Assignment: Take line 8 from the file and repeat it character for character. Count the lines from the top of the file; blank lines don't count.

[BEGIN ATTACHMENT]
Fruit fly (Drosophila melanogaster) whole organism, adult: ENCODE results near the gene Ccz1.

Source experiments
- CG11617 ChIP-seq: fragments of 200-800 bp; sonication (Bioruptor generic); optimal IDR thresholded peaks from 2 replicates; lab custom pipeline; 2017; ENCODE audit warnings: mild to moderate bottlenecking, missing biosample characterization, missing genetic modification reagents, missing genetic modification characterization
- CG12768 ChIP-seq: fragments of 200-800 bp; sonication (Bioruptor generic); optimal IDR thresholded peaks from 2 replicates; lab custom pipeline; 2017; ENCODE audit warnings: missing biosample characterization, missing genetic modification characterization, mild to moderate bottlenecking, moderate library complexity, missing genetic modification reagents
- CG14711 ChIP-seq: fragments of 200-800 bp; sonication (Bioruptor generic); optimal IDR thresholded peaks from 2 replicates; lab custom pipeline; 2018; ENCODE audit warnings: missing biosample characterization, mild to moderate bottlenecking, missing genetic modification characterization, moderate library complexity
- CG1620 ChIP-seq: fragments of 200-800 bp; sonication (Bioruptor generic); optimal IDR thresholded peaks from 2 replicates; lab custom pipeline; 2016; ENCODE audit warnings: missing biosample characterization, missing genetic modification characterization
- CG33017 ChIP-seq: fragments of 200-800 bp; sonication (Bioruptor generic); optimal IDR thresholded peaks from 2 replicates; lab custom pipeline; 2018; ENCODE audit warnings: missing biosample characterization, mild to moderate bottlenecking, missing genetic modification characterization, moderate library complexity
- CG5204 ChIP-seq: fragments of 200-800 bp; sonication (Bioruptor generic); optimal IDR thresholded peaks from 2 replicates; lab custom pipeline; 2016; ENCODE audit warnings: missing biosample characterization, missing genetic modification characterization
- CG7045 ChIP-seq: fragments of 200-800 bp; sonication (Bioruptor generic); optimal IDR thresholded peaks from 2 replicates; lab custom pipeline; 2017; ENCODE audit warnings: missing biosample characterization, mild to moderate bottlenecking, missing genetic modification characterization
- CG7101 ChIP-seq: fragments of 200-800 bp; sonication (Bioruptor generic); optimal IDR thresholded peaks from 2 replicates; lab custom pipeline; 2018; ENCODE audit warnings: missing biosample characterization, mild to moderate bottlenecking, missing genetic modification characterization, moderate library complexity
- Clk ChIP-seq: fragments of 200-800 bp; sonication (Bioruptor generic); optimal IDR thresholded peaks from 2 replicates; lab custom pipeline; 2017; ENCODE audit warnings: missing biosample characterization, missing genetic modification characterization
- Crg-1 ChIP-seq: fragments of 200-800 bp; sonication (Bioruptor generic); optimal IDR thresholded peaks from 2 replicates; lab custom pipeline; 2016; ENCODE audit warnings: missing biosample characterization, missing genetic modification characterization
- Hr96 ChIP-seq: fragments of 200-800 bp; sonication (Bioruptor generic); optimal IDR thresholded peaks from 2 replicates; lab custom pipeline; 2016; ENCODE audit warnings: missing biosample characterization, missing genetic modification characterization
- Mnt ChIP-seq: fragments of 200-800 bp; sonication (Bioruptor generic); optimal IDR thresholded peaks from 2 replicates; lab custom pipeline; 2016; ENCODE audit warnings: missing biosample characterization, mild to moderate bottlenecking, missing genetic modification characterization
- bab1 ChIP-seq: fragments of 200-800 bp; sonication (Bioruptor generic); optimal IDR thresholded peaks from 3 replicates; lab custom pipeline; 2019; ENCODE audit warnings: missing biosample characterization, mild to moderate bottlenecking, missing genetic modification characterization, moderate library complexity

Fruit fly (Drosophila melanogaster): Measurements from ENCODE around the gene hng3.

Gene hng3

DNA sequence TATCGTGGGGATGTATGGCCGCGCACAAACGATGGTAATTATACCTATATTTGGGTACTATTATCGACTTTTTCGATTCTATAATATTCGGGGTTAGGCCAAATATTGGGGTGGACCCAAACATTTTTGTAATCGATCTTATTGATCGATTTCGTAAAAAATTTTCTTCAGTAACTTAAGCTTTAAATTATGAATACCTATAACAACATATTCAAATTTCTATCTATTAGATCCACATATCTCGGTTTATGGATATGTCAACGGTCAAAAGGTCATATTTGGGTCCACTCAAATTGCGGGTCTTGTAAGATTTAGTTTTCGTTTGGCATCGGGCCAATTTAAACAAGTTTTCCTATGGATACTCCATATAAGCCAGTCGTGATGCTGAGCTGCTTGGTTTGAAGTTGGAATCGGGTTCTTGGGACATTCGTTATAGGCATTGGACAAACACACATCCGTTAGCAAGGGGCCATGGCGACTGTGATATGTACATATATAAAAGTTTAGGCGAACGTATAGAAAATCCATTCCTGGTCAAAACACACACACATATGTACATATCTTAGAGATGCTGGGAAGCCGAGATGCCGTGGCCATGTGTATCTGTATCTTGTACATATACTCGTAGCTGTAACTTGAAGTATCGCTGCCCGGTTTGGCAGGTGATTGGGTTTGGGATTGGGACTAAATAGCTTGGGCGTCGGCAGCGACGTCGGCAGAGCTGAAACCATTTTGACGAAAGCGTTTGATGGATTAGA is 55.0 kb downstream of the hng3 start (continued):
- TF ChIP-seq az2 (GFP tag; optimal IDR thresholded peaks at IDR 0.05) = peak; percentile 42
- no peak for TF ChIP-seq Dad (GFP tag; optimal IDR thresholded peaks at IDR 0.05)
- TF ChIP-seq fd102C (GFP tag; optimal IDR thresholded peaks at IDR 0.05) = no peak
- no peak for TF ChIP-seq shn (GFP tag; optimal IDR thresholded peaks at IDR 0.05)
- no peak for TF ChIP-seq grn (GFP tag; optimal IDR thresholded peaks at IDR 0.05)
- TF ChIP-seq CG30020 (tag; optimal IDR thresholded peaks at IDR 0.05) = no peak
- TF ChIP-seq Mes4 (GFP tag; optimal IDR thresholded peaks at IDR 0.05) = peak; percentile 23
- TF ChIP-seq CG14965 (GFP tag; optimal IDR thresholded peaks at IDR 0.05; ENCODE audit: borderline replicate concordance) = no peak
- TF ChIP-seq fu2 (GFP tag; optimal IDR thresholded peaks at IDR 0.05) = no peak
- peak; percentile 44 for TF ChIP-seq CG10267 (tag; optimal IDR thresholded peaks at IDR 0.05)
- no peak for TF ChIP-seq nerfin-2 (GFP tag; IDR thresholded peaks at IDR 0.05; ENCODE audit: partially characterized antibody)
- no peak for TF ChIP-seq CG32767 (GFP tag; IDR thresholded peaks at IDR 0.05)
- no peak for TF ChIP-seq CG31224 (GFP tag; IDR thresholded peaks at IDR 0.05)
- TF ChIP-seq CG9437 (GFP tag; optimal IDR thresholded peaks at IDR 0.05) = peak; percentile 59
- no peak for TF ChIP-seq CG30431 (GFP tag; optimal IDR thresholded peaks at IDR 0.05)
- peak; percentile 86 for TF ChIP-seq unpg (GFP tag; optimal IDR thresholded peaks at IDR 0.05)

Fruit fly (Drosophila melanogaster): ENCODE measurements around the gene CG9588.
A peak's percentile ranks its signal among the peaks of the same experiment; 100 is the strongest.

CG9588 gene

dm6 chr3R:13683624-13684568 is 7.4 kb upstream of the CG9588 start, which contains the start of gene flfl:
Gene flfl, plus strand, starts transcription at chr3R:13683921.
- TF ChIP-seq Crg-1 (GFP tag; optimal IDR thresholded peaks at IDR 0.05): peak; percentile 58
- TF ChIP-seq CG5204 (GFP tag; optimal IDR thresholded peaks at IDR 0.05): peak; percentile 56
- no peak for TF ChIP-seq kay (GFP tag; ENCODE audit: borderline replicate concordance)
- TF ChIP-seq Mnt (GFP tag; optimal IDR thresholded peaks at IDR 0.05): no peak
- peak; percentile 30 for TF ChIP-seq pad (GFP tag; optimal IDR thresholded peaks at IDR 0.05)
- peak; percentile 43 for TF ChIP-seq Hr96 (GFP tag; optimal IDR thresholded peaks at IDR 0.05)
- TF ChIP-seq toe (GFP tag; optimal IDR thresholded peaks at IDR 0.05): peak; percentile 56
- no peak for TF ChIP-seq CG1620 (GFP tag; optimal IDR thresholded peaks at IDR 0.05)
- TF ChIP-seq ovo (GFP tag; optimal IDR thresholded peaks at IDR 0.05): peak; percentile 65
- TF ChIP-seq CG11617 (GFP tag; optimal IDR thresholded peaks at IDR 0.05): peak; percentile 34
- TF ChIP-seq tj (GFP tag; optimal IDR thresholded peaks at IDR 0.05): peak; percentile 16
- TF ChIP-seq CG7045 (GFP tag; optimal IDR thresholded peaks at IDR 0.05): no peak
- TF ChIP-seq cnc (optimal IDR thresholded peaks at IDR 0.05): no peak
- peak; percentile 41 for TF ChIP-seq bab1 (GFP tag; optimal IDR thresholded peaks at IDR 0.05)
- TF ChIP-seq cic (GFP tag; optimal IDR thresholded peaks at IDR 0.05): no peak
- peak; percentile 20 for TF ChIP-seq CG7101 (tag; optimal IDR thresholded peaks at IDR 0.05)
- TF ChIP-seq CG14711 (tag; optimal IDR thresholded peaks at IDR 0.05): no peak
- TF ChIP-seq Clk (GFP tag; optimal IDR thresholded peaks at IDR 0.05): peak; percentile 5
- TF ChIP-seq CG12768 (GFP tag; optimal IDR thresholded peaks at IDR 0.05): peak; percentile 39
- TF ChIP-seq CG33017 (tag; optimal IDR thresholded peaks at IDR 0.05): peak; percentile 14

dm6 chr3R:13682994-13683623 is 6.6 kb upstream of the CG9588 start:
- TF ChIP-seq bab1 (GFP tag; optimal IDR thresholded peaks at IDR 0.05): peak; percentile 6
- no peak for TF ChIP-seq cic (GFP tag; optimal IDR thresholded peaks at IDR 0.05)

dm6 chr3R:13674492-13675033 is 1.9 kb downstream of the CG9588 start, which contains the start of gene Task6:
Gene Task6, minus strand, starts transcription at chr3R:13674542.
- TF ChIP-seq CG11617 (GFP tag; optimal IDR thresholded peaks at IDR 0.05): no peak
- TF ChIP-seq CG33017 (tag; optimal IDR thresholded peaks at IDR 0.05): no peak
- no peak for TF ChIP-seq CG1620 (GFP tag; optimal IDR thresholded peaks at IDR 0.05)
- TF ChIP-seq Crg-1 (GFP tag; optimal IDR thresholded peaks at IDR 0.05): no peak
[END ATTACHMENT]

- CG5204 ChIP-seq: fragments of 200-800 bp; sonication (Bioruptor generic); optimal IDR thresholded peaks from 2 replicates; lab custom pipeline; 2016; ENCODE audit warnings: missing biosample characterization, missing genetic modification characterization